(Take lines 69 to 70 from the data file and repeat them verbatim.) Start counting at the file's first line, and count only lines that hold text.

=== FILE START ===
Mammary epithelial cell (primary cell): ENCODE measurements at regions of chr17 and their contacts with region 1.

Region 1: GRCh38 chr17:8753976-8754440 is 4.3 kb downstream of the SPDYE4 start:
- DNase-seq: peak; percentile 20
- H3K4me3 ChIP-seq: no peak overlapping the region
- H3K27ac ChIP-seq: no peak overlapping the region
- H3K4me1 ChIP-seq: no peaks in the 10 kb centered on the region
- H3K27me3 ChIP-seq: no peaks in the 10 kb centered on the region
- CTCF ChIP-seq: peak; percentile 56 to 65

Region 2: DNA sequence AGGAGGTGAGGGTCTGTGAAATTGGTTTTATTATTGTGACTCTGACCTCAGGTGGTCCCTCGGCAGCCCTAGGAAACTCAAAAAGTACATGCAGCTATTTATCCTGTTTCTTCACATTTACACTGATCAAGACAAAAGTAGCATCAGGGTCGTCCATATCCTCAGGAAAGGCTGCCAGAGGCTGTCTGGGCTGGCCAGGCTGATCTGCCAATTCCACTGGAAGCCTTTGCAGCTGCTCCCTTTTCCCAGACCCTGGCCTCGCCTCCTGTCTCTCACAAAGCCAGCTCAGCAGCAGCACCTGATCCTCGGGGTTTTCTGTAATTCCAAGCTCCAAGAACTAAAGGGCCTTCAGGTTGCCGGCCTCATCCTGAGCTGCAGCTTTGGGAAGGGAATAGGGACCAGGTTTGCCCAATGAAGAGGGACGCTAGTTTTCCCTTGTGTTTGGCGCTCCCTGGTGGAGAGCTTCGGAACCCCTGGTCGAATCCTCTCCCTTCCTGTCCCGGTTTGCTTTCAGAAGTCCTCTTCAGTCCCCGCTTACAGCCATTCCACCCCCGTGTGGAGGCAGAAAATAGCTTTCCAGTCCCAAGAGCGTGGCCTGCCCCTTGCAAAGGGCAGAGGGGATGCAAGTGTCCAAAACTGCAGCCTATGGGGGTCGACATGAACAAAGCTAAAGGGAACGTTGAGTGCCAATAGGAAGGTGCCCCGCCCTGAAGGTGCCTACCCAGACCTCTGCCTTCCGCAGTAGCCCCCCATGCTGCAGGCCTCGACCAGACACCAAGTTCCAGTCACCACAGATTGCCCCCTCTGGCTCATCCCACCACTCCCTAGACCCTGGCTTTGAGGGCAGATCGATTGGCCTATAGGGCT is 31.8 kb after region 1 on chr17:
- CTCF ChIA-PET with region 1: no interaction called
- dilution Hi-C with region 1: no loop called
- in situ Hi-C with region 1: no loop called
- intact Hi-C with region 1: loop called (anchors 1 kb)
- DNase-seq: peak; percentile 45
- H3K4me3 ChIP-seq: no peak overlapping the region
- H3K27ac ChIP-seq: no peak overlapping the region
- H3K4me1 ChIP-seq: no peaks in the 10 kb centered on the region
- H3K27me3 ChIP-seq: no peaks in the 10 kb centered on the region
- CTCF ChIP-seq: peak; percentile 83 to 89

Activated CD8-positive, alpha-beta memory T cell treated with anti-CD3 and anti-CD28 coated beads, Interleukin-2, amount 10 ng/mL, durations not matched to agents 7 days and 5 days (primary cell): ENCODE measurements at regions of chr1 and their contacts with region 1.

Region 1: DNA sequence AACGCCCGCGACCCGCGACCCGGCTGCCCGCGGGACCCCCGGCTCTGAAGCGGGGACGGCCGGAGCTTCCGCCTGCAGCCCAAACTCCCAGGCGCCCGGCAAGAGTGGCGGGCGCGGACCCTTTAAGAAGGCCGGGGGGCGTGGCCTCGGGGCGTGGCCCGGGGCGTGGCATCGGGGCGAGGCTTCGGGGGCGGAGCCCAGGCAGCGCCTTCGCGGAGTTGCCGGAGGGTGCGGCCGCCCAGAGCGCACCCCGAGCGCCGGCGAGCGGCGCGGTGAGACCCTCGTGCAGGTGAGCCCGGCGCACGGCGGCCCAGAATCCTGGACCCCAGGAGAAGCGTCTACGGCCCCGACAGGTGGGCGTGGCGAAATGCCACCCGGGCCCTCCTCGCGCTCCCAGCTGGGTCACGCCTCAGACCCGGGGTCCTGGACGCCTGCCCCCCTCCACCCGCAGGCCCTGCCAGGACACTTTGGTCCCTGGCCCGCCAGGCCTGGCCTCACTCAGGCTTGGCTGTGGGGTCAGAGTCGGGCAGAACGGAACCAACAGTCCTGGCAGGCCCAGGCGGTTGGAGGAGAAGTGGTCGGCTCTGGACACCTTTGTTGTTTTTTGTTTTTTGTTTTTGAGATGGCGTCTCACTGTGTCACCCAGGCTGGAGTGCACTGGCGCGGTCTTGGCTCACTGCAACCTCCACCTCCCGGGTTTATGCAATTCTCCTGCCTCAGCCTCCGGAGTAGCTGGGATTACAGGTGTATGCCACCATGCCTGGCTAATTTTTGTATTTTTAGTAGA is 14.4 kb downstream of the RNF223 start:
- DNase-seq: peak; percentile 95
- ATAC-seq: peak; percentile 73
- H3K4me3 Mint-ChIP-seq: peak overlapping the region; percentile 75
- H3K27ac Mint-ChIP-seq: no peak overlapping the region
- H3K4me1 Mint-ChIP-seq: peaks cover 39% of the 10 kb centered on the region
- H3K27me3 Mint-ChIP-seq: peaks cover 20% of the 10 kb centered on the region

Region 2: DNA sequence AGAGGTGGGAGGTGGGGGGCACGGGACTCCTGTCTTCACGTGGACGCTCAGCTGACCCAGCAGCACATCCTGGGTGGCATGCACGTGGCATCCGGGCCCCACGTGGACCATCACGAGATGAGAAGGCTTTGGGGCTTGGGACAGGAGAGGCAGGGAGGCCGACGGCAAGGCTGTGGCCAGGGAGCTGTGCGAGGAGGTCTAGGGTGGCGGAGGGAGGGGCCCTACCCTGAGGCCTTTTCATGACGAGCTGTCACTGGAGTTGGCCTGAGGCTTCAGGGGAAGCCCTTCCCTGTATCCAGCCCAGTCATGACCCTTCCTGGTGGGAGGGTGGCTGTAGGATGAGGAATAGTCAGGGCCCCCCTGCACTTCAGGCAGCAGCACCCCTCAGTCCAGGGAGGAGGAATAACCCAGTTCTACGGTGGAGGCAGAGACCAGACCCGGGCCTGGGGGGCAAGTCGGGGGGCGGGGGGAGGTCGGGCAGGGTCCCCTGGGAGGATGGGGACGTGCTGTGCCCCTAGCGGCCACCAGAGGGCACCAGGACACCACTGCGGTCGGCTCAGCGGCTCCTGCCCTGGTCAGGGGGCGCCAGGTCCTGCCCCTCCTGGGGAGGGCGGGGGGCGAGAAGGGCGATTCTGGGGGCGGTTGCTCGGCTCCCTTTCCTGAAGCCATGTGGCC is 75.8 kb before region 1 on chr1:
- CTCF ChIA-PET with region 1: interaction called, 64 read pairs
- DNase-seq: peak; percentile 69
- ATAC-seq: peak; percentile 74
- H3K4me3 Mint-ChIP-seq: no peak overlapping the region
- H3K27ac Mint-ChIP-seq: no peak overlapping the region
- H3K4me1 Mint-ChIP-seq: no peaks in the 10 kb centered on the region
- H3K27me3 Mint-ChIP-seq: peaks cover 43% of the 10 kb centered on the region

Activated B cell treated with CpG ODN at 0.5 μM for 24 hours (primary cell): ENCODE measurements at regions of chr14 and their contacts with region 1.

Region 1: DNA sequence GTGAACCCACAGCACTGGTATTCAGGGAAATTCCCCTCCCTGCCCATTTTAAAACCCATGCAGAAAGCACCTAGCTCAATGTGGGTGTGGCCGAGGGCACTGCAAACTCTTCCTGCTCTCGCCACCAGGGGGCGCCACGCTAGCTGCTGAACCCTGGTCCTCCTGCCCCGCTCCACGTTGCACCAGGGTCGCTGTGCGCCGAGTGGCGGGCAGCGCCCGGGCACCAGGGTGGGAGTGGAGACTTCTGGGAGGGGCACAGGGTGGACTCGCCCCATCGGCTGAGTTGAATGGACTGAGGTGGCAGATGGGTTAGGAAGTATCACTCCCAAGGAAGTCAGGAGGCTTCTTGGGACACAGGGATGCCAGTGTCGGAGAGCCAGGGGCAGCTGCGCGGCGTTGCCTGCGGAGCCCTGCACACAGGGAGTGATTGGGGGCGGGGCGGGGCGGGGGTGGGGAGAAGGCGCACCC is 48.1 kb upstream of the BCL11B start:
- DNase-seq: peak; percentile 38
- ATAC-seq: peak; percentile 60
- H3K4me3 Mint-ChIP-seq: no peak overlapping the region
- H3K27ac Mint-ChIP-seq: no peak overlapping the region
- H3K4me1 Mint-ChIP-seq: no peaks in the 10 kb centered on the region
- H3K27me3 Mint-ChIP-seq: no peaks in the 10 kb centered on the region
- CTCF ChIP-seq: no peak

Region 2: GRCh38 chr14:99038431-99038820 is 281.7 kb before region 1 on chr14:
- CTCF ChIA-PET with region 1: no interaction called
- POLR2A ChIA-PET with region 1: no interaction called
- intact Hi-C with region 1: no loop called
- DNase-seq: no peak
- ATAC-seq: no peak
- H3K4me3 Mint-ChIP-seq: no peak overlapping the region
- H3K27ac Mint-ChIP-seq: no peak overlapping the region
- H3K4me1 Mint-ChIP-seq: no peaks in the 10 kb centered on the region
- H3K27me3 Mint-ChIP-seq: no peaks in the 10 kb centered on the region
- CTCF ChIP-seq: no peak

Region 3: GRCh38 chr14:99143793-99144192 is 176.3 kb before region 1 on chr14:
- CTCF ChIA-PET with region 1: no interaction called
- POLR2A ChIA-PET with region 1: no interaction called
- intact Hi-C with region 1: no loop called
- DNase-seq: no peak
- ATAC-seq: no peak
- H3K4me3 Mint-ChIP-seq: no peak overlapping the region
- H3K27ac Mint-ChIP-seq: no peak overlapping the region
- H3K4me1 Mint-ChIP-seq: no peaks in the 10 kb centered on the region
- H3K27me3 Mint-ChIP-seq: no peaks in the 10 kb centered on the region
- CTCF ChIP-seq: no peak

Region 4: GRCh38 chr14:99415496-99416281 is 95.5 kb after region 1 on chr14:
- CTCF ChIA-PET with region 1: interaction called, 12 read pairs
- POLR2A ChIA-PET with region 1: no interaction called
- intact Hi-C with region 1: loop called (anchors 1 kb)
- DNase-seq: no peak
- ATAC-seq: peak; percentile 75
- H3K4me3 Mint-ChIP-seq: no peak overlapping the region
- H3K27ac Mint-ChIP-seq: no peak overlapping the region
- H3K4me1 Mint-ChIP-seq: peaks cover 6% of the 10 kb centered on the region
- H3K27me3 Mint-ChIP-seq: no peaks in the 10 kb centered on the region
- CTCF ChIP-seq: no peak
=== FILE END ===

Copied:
- POLR2A ChIA-PET with region 1: no interaction called
- intact Hi-C with region 1: loop called (anchors 1 kb)